|Adult male Bullock's oriole|
29, See text
Icterids (//) or New World blackbirds make up a family, the Icteridae (//), of small to medium-sized, often colorful, New World passerine birds. Most species have black as a predominant plumage color, often enlivened by yellow, orange, or red. The species in the family vary widely in size, shape, behavior, and coloration. The name, meaning "jaundiced ones" (from the prominent yellow feathers of many species) comes from the Ancient Greek ikteros via the Latin ictericus. This group includes the New World blackbirds, New World orioles, the bobolink, meadowlarks, grackles, cowbirds, oropendolas, and caciques.
Most icterid species live in the tropics, although many species also occur in temperate regions, such as the red-winged blackbird and the long-tailed meadowlark. The highest densities of breeding species are found in Colombia and southern Mexico. They inhabit a range of habitats, including scrub, swamp, forest, and savanna. Temperate species are migratory, with many species that nest in the United States and Canada moving south into Mexico and Central America.
Icterids are variable in size, and often display considerable sexual dimorphism, with brighter coloration and greater size in males being typical. While such dimorphism is widely known in passerines, the sexual dimorphism by size is uniquely extreme in icterids. For example, the male great-tailed grackle is 60% heavier than the female. The smallest icterid species is the orchard oriole, in which the female averages 15 cm in length (6 in) and 18 g (0.040 lb) in weight, while the largest is the Amazonian oropendola, the male of which measures 52 cm (20 in) and weighs about 550 g (1.21 lb). This variation is greater than in any other passerine family (unless the kinglet calyptura belongs with the cotingas, which would then have greater variation). One unusual morphological adaptation shared by the icterids is gaping, where the skull is configured to allow them open their bills strongly rather than passively, allowing them to force open gaps to obtain otherwise hidden food.
Icterids have adapted to taking a wide range of foods. Oropendolas and caciques use their gaping motion to open the skins of fruit to obtain the soft insides, and have long bills adapted to the process. Others such as cowbirds and the bobolink have shorter, stubbier bills for crushing seeds. The Jamaican blackbird uses its bill to pry amongst tree bark and epiphytes, and has adopted the evolutionary niche filled elsewhere in the Neotropics by woodcreepers. Orioles drink nectar.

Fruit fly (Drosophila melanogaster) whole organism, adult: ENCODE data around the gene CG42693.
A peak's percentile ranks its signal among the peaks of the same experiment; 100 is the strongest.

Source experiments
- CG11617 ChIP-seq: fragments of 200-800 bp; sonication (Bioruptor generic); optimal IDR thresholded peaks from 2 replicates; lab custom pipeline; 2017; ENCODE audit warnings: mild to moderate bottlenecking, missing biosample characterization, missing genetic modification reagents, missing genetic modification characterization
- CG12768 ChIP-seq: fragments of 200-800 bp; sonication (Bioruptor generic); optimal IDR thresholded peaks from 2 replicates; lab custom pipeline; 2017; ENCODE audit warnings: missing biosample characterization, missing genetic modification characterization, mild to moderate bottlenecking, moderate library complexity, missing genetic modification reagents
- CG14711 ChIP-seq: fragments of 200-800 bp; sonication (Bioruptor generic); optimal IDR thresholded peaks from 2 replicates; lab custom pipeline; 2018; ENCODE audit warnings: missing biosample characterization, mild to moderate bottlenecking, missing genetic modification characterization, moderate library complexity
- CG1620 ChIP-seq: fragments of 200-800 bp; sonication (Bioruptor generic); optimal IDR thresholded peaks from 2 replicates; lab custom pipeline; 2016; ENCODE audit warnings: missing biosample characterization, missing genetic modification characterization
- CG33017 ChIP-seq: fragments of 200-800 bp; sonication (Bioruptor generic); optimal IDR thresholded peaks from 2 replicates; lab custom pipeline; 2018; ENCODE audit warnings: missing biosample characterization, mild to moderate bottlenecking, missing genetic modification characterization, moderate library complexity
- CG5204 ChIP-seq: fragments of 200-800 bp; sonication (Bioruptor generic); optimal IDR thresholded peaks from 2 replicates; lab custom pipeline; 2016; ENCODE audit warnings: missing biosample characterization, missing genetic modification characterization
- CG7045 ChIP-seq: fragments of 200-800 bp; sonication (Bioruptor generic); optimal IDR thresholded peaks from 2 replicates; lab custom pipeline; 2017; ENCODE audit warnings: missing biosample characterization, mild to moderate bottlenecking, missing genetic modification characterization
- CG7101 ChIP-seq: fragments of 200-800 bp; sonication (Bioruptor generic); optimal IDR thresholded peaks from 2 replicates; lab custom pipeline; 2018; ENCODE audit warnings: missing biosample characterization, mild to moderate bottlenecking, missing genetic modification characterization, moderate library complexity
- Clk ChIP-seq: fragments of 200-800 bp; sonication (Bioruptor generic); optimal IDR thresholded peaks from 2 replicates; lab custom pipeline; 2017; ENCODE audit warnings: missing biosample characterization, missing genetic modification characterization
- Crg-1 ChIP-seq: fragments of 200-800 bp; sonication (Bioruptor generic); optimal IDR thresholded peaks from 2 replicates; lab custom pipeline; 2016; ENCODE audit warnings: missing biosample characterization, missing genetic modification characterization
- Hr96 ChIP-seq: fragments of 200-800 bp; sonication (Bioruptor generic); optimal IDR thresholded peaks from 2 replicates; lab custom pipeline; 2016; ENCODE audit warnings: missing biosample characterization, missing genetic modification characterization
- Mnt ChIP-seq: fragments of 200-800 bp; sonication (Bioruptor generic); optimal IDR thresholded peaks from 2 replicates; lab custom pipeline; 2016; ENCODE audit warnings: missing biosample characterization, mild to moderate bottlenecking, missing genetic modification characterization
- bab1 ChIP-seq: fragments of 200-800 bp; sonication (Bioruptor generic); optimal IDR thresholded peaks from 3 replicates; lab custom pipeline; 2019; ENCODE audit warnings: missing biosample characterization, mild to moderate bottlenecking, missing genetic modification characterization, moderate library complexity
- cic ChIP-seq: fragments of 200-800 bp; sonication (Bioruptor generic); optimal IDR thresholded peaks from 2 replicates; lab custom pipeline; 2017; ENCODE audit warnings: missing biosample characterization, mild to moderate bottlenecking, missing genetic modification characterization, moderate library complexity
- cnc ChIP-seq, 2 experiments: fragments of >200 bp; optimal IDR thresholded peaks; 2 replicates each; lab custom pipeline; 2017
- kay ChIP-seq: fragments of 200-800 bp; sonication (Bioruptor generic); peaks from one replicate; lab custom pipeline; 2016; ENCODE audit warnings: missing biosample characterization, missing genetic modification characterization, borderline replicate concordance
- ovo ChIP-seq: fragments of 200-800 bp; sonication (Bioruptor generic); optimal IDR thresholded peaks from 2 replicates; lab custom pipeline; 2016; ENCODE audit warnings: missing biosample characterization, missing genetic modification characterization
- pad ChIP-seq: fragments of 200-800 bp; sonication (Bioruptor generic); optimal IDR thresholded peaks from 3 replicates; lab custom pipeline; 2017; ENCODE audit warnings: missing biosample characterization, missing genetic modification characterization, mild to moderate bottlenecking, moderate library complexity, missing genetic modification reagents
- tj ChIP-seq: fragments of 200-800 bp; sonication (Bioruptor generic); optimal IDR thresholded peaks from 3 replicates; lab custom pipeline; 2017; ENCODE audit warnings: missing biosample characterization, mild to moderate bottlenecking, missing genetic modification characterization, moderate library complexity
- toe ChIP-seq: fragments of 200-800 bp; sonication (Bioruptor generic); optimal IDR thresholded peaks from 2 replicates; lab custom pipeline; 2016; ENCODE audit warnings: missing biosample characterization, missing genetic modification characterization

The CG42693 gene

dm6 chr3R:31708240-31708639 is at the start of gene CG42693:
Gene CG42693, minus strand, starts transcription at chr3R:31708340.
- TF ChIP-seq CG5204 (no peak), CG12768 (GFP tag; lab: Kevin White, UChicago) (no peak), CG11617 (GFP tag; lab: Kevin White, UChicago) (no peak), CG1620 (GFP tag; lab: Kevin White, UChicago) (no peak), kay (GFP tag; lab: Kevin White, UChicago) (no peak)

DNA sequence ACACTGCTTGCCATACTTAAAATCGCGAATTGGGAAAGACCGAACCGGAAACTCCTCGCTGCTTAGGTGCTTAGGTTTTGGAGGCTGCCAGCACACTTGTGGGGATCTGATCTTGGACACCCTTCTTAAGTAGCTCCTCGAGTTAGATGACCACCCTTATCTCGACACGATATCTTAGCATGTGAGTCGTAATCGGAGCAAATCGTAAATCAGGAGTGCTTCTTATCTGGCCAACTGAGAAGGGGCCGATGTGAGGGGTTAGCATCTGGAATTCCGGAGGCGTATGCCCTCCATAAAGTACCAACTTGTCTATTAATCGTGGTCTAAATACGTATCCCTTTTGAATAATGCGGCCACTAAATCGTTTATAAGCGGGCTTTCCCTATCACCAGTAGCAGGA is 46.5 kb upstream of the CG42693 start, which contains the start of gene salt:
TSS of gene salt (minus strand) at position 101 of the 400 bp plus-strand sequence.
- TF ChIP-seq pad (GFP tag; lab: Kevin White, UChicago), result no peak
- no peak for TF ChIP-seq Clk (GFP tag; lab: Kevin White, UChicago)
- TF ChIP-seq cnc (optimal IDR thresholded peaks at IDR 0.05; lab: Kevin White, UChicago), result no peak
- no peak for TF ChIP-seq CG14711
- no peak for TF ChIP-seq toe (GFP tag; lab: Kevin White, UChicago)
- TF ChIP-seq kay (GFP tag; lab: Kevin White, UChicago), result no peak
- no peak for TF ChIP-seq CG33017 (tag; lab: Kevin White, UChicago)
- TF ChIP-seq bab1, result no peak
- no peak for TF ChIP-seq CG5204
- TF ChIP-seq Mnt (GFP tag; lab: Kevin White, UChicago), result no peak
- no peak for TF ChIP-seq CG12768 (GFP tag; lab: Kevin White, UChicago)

The nesting habits of these birds are also variable, including pendulous woven nests in the oropendolas and orioles. Many icterids are colonial, nesting in colonies of up to 100,000 birds. Some cowbird species engage in brood parasitism; females lay their eggs in the nests of other species, in a similar fashion to some cuckoos.
Some species of icterid have become agricultural pests; for example, red-winged blackbirds in the United States are considered the worst vertebrate pests on some crops, such as rice. The cost of controlling blackbirds in California was $30 per acre in 1994. Not all species have been as successful, and a number of species are threatened with extinction. These include insular forms such as the Jamaican blackbird, yellow-shouldered blackbird, and St Lucia oriole, all threatened by habitat loss; and the tricolored blackbird of California, which is threatened by habitat loss and destruction of nests.
Cacique and oropendola species are called paucar or similar names in Peru. As paucares are considered very intelligent, Native Americans feed the brains to their children to make them fast learners. As the male plays no part in nesting and care of the young, a man who does not work may be called a "male paucar".
For more details, see List of icterid species.
|Dolichonyx Swainson, 1827||
|Agelaius Vieillot, 1816|
|Xanthopsar Ridgway, 1901||
|Agelasticus Cabanis, 1851|
|Chrysomus Swainson, 1837|
|Nesopsar P.L. Sclater, 1859||
|Sturnella Vieillot, 1816|
|Leistes Vigors, 1825|
|Xanthocephalus Bonaparte, 1850||
|Dives Cassin, 1867|
|Euphagus Cassin, 1867|
|Quiscalus Vieillot, 1816|
|Agelaioides Cassin, 1866|
|Molothrus Swainson, 1832|
|Icterus Brisson, 1760|
|Amblycercus Cabanis, 1851||
|Cassiculus Swainson, 1827||
|Cacicus Lacepede, 1799||
|Psarocolius Wagler, 1827||
|Gymnomystax L. Reichenbach, 1850||
|Pseudoleistes P.L. Sclater, 1862|
|Amblyramphus Leach, 1814||
|Hypopyrrhus Bonaparte, 1850||
|Curaeus (PL Sclater, 1862)||
|Anumara Powell et al., 2014||
|Gnorimopsar Richmond, 1908||
|Oreopsar WL Sclater, 1939||
|Lampropsar Cabanis, 1847||
|Macroagelaius Cassin, 1866|
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